From the Toronto After Dark Film Festival

“I hesitate to call Wyrmwood a mad-cap thrill ride through the zompocalypse, but it does present us with some fun, new ideas about the zombie uprising.”

by C. Rachel Katz

Remember when zombie movies were about something, something other than running away from zombies? Or, if they didn’t lay on the social commentary, the movies at least tried to do something fun or interesting with their story? Seriously, think about it. Carriers was well done but formulaic. 28 Days Later was all window dressing. But Shawn of the Dead? That was a mildly critical of modern society while also being a slacker comedy. And Zombieland had characters you cared about who had places to go and things to do.

In the better zompocalypse movies, the zombies situation gets the plot rolling, but it’s the characters and their stories that keep it going. And I mean proper characters, not the stock players and stereotypes that populate a lot of horror movies, but real people you can sympathize with. Wyrmwood, as crazy and ridiculous as it is, is full of people you like and feel sorry for.

Directed by
Kiah Roache-Turner
Jay Gallagher, Bianca Bradey, Leon Burchill
TADFF Release Date
22 October 2014
Rachel’s Grade: B

One night, apropos of nothing and with no warning, the sky is full of shooting stars. The following morning, for no apparent reason some people have turned into zombies. Benny’s out pig hunting with his brothers when it happens. Barry is at home with is wife and daughter, and his sister Brooke is working in her studio. When the zombies happen, each one is caught up in a different situation; Benny and Barry intersect and together they set off to find Brooke.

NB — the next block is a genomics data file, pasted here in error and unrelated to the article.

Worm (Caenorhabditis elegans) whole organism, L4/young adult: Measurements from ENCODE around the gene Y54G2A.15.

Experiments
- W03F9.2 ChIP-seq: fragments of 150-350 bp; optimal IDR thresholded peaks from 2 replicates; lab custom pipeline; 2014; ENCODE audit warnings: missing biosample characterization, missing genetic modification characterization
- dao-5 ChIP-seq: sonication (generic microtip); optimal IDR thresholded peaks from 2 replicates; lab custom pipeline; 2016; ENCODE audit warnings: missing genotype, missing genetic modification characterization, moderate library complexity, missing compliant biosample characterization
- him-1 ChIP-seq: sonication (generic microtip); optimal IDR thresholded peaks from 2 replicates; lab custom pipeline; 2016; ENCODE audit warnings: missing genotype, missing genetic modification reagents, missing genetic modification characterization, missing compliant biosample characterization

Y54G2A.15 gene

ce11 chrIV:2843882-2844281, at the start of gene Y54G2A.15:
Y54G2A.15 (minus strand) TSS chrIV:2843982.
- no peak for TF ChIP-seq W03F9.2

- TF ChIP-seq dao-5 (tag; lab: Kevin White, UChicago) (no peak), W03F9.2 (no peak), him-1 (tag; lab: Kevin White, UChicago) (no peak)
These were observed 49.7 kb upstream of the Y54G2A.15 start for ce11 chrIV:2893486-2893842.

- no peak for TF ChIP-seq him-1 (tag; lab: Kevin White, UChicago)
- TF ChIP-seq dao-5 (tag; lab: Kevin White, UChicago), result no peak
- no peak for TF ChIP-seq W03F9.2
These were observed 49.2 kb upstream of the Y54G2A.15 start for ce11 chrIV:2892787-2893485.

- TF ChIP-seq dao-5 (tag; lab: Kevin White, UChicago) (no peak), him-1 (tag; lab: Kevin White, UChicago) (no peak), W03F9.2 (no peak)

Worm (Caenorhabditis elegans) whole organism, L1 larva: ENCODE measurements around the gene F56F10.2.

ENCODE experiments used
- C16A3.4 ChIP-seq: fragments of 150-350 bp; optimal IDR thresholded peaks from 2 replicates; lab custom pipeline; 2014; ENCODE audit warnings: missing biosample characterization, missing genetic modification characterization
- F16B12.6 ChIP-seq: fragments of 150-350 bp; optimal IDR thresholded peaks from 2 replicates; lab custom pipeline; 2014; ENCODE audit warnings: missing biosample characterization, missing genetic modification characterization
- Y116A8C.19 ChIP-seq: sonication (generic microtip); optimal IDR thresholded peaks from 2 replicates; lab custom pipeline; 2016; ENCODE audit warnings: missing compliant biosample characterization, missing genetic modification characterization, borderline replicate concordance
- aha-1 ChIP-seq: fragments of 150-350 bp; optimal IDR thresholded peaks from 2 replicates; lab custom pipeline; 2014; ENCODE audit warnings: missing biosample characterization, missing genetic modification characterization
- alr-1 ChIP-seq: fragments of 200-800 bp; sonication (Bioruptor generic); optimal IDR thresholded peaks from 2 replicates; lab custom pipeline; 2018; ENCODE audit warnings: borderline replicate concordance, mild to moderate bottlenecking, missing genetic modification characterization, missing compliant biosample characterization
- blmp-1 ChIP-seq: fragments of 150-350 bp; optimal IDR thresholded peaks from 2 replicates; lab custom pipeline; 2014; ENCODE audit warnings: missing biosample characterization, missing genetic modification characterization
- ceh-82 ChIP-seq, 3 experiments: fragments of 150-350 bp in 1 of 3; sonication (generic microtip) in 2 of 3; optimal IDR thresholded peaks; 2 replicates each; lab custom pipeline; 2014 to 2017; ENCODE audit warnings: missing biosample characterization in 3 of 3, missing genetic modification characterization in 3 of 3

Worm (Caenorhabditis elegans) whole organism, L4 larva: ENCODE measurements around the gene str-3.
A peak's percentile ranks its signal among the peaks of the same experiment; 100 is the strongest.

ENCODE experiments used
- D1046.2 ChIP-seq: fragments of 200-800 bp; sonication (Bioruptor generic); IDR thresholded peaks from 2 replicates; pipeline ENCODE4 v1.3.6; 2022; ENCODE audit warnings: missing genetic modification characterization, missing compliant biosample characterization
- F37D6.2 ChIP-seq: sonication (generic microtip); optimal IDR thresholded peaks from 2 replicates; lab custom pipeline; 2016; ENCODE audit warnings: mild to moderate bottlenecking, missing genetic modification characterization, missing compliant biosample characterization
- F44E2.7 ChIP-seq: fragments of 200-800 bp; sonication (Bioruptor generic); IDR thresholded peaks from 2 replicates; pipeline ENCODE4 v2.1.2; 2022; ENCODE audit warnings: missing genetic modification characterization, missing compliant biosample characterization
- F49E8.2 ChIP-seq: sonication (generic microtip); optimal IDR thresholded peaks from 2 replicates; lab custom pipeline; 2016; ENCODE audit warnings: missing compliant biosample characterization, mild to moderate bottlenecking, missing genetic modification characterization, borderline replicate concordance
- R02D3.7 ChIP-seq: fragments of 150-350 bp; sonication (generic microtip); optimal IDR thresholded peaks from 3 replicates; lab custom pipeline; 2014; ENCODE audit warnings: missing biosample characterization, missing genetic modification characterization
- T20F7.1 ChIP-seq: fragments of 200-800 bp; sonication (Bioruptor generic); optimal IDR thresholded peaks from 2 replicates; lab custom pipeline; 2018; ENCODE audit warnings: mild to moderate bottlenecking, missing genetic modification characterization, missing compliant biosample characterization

Wyrmwood is advertised a cross between Mad Max and Dawn of the Dead, which I think is more telling of the film’s atmosphere than its plot. In short, it’s high energy craziness. Thankfully, the movie doesn’t waste any time on inter-personal drama. In fact, everyone’s pretty likeable and complete strangers easily band together to deal with the situation. It’s rather refreshing to watch a zombie movie that doesn’t feel the need to cram in a lot of conflict within and between survivors, and Wyrmwood understands that cutting down on needless human drama leaves room for more important things like zombie-proofing your ride and performing weird experiments on people.

Even though Wyrmwood features a kind of action/adventure plot, the film does leave time for musings about how and why the zombies happen. As the title suggests, the movie takes its end-of-days scenario literally, drawing inspiration from the Book of Revelations. Again, its a nice change from the constant onslaught of viral- or radioactive-led zombie plot. Moreover, Wyrmwood‘s writers have thought this thing through, giving reason to why some people survive and others don’t. Most impressive of all is the attention to detail given to the zombies themselves, to how they operate and what it means for the survivors.

Wyrmwood is not without its problems. A great deal of this movie appears to have been shot in close-up which creates a certain amount of disorientation. Adding to this is the constant racking focus which, under normal circumstances would focus viewer attention, but in this case only serves to create too much chaos in an already chaotic space. The film’s zany enough without the need for additional “creative” camerawork.

The film ends at an odd point in the story, one might even call it a turning point. Friends of mine took it to mean the movie didn’t actually have an ending. I think the opposite. I think after witnessing everything that happens, you know where the story’s headed and don’t need to see it. Ending with the big, expected confrontation would be too much, too Hollywood for an indie Aussie zombie movie. Rather, the film ends on the build-up to that moment and it feels more personal, more invested in the characters.

I hesitate to call Wyrmwood a mad-cap thrill ride through the zompocalypse, but it does present us with some fun, new ideas about the zombie uprising.